Sam Stockard, The Murfreesboro Post, November 5, 2015
“She openly said we’ve got to get these people out to vote, regardless of party.”
Dora Rucker spent 14 of her 104 years on the Rutherford County Election Commission, breaking ground as the county’s first black commission member and focusing on voter registration as she served until age 96.
“Dora was somebody who was rock solid. She’d always carry voter registration forms with her, and any time she met somebody and thought they might not be registered, it didn’t matter what political party they were, she said you need to get registered to vote,” said Rutherford County Administrator of Elections Alan Farley, who served with Rucker on the commission. “She gave a lot of time and effort to the betterment of our community. And she was a real pleasure to work with on the commission.”
Rucker, who died Oct. 28 at Northside Health Care Center, attended Sulphur Springs School as a youngster, where she helped start the fire on cold mornings to warm the one-room schoolhouse, according to a WGNS report.
She served on the Election Commission from 1993 until 2007 as a Democratic appointment.
Asked why community involvement was important, Rucker told WGNS on her 101st birthday, “Some of them don’t realize how wonderful it is, because if they get blessings from the Lord, you should be blessed. And it’s just nice to be in some organization and you always learn something new.”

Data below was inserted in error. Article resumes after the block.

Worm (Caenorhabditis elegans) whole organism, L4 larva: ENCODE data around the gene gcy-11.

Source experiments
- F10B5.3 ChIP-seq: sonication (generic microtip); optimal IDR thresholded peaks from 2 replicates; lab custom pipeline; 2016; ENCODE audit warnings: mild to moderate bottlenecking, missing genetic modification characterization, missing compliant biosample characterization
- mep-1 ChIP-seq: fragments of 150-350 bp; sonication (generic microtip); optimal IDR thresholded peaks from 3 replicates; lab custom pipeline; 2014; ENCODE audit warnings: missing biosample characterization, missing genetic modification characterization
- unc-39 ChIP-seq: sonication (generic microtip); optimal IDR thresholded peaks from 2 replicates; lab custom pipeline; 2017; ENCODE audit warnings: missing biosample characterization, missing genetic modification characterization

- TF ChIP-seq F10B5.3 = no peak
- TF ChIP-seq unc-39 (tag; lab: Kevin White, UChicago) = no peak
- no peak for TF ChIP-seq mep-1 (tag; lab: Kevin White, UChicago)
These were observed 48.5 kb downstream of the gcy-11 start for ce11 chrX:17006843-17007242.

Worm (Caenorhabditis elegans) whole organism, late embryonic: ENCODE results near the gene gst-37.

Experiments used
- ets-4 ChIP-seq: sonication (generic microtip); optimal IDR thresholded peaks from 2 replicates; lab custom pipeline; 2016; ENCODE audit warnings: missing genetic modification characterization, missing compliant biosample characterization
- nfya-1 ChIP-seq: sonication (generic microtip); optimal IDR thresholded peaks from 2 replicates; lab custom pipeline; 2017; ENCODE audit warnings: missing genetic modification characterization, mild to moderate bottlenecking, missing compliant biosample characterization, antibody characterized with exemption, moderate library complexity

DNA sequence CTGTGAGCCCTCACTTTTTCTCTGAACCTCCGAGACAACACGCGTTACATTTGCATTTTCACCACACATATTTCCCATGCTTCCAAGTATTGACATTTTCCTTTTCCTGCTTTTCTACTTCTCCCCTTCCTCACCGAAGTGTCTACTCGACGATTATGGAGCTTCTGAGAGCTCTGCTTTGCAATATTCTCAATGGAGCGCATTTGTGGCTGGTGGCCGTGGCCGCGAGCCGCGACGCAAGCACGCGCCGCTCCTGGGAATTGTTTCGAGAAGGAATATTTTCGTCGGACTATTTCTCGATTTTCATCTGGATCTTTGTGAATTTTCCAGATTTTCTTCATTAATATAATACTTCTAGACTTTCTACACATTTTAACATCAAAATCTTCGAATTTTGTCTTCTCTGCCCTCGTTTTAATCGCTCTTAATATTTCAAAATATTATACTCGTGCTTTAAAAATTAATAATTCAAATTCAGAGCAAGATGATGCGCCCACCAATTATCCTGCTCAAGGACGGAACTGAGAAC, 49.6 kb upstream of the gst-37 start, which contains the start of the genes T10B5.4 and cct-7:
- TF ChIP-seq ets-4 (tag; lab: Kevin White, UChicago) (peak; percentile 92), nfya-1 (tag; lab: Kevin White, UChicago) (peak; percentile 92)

Rucker said her secrets to reaching 100 were “loving everybody” and “praising God.” She was married to Chester Rucker for 62 years until his death in 1998.
Election Commissioner Johnny Taylor recalled Ms. Rucker drove herself to commission meetings up into her later years and never missed, whether they were held locally or in Nashville or Memphis.
“Miss Dora was a fine lady. She was a true Democrat,” Taylor said. “She was very much interested in seeing that everybody voted.”
Rutherford County needs more people like Rucker who are willing to serve the community and stand up for their beliefs, Taylor said.
Current Election Commission member Carolyn Peebles recalled meeting Rucker as a small child when she sold Avon products to her mother.
Peebles said she admired Rucker for years and noted she was an excellent businesswoman, in addition to serving on the Election Commission.
“I have followed in her footsteps, but she laid a great foundation for us,” Peebles said.
Hooper Penuel served as administrator of elections during Rucker’s tenure on the commission.
“She was just an outstanding person, and she was really interested in getting out the vote,” Penuel said, describing her as a community activist. “She openly said we’ve got to get these people out to vote, regardless of party.”
Writer Sam Stockard can be reached at email@example.com.